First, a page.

Stress Fractures

Stress fractures occur in all age groups of people in sports, where the body or body part is not suited to the repetitive activity being performed. They are partial or complete fractures of the bones, and the location depends on the activity. As runners and walkers, we are most likely to experience stress fractures in the tibia and metatarsals. The diagnosis of a stress fracture is highly dependent on the clinician's ability to assess common signs and symptoms. Stress fractures can be characterised by the following signs and symptoms

  • Pain that is worst when exercising, but that may also be present at rest
  • Pain over a specific area of bony surfaces when those surfaces are palpated or percussed
  • History of repetitive microtrauma resulting from exercise, usually as a result of a sudden increase in exercise intensity, frequency or duration
  • Possible low dietary calcium and, in women, low serum oestrogen, sometimes accompanied by amenorrhoea or other menstrual disturbances
  • Possible reddening of the skin and swelling of the tissues over the painful area.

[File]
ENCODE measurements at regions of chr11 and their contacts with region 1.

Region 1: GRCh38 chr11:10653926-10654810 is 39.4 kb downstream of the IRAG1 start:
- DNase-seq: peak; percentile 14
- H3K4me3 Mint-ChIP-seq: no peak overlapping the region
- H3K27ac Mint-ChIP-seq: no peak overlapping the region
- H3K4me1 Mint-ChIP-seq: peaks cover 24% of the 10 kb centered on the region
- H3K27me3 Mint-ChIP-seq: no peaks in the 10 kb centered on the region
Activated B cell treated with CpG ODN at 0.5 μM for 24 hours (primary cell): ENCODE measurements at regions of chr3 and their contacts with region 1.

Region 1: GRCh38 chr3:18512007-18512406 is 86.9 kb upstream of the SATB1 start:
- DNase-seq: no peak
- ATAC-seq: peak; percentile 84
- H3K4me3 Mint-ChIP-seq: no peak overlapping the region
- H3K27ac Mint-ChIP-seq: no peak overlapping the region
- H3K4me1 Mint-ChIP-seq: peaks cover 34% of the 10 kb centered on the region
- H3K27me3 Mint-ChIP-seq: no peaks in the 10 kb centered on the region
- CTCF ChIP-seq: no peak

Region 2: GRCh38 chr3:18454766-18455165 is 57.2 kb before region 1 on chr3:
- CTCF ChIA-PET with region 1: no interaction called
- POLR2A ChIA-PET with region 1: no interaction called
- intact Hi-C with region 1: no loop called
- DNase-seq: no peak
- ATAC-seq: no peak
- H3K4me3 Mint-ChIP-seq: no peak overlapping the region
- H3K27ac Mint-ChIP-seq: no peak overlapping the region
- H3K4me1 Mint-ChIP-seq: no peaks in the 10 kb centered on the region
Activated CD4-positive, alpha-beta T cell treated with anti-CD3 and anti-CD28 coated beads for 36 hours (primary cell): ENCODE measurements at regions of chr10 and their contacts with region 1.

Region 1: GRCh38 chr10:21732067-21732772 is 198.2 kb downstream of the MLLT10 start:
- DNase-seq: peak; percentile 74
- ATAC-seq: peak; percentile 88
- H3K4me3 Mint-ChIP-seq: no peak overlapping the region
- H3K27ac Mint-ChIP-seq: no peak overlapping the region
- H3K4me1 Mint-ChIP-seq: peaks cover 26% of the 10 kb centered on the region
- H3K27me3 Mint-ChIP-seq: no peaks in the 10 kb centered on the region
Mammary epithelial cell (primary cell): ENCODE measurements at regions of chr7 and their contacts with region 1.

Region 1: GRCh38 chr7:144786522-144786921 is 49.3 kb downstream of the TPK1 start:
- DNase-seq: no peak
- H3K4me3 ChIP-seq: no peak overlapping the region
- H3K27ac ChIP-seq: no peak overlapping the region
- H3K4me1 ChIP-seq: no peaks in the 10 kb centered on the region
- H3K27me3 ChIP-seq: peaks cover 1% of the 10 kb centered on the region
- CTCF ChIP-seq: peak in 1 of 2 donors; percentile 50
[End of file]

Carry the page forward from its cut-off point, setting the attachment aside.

Looking at these points, the measures that one needs to take to avoid such an injury become obvious.

The application of sound training principles is essential in order to ensure that your body is adequately prepared to endure the high repetitive impact that running places on your body. And of course, adequate nutritional intake includes high dietary calcium.

However, should a stress fracture catch up with you, there are a few strict rules that you should follow to ensure that your rehabilitation program is maximised.

  • Active rest via cross-training mechanisms including water running and cycling
  • Nutritional and hormonal therapy is sometimes appropriate for some patients
  • The possible need for a bio mechanical assessment. When body alignment is poor, redevelopment of the fracture is highly likely
If you have injuries that reoccur, it is likely that your training is in error. Common training errors include an overly aggressive approach to increasing mileage and intensity, running/walking only on concrete and asphalt surfaces that absorb force poorly and running/walking on excessively crowned roads that cause unequal distribution of weight on the foot.

At the beginning of your program post injury, you should run, swim and cycle on alternate days to decrease the cumulative effects of weight bearing. If the pain associated with weight bearing does not return, you can gradually increase the amount of running/walking you are doing. A 10-15% weekly increase is advised in either intensity, frequency or duration.